Tag Archives: Brown University UEP Program

Recap of Travis Bristol, “Policy Levers for Increasing the Ethnoracial Diversity of Teachers in Urban Public Schools”

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Our Brown Education Department Spring 2018 Speaker Series kicked off in February with Dr. Travis Bristol, Peter Paul Assistant Professor at the Boston University School of Education, presenting “Policy Levers for Increasing the Ethnoracial Diversity of Teachers in Urban Public Schools.” Bristol’s combination of research, policy and practice, particularly on the intersection of race and gender in schools, was topical for Brown’s UEP and MAT graduate students.

Bristol had become inspired to be a teacher as a student at Washington Irving High School in New York, where he’d begin his day passing through grim metal detectors, wondering if there was an effect on how people learned when they were made to feel as if they were policed. Bristol later created an afterschool program in response to a disproportionate amount of suspensions for Black male students. In the program, these overly policed students met with men of color, fostering relationships with people who looked like them, encouraged them, and stayed in touch with them. The result: students became more engaged in class.

But there’s a glaring student-teacher ethnoracial mismatch in U.S. public schools, Bristol reported. In 2014, less than 2% of U.S. teachers were Black males, even after U.S. Secretary Arne Duncan’s 2011 “Calling Black Men to the Blackboard” initiative. More recruitment attempts have targeted Black male teachers in recent years, such as Boston Public Schools’ 2014 launch of the Male Educators of Color Executive Coaching Seminar Series, but Black male teachers also leave their positions at a higher rate than their counterparts. Why?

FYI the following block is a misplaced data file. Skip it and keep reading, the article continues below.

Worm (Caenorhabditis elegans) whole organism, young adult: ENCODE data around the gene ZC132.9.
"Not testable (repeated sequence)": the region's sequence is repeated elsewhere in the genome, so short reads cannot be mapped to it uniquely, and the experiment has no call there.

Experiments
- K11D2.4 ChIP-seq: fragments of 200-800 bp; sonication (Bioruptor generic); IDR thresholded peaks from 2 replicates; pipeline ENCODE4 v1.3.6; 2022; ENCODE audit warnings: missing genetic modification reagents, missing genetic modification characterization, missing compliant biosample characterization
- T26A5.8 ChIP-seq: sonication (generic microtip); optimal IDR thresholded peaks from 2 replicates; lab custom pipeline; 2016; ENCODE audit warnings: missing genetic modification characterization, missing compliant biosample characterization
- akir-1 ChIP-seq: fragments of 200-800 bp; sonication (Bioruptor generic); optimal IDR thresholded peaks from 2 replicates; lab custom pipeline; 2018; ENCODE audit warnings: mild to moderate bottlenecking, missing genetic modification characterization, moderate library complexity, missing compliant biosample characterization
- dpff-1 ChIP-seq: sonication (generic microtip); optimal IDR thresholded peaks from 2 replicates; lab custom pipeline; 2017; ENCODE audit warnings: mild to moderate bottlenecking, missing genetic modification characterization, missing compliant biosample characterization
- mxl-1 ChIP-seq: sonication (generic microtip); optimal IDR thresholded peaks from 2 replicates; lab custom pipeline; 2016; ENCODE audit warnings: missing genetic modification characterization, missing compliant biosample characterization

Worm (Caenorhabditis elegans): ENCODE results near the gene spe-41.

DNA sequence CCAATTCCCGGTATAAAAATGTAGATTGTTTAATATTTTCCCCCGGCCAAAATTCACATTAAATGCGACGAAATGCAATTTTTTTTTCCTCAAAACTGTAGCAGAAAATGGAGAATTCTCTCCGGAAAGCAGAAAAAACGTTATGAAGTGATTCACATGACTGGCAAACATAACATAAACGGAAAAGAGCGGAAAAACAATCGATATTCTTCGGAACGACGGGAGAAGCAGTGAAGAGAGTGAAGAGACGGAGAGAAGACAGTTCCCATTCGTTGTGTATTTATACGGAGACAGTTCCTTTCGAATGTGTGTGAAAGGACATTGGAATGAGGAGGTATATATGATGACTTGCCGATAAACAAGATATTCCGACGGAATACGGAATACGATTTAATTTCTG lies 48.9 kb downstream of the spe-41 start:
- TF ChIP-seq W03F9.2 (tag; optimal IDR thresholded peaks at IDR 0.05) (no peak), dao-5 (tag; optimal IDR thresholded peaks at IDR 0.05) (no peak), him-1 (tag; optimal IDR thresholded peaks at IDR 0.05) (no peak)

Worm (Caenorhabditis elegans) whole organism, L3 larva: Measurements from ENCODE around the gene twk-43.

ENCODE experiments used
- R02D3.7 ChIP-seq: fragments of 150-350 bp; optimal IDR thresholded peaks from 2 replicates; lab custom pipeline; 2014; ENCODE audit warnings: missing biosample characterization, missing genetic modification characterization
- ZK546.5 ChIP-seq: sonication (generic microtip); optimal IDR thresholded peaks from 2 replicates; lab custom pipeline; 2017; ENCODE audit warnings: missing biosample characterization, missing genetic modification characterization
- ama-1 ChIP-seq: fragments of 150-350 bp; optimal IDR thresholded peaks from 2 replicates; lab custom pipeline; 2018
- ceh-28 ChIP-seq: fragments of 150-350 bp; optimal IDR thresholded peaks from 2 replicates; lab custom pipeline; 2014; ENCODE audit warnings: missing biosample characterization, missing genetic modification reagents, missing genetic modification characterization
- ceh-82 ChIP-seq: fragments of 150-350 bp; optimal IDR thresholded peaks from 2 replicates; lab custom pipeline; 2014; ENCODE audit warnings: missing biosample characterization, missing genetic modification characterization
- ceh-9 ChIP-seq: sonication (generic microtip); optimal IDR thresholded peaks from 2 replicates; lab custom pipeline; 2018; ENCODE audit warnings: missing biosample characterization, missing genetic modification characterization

Bristol3Bristol researched this issue in part by interviewing 27 Black male teachers across 14 schools in Boston. His data aligned with other findings: that workers in the majority create conditions that challenge minorities. Role encapsulation (tasks that appear to be assigned based on a social identity, such as placing Black males in the role of behavior managers rather than teachers) and  administrative perception that Black males are intellectually inferior, leading to a lack of respect for their opinions and a distance from inviting them into other spaces, affect how Black male teachers feel and are viewed, making their work more challenging than for their colleagues. Black male teachers feel called to teaching because kids lack Black male role models, but they also feel more feared and less supported than their non-Black or non-male counterparts — especially when they are the only Black male teachers in their schools. Some reported feeling expected by leaders to run schools like prisons, making it difficult to keep the work meaningful and engaging. Hiring discrimination prevents some Black male teachers from even getting into schools. Those who do tend to lack differentiated professional development and a safe space to talk candidly about preparation. How can we retain and support Black male teachers?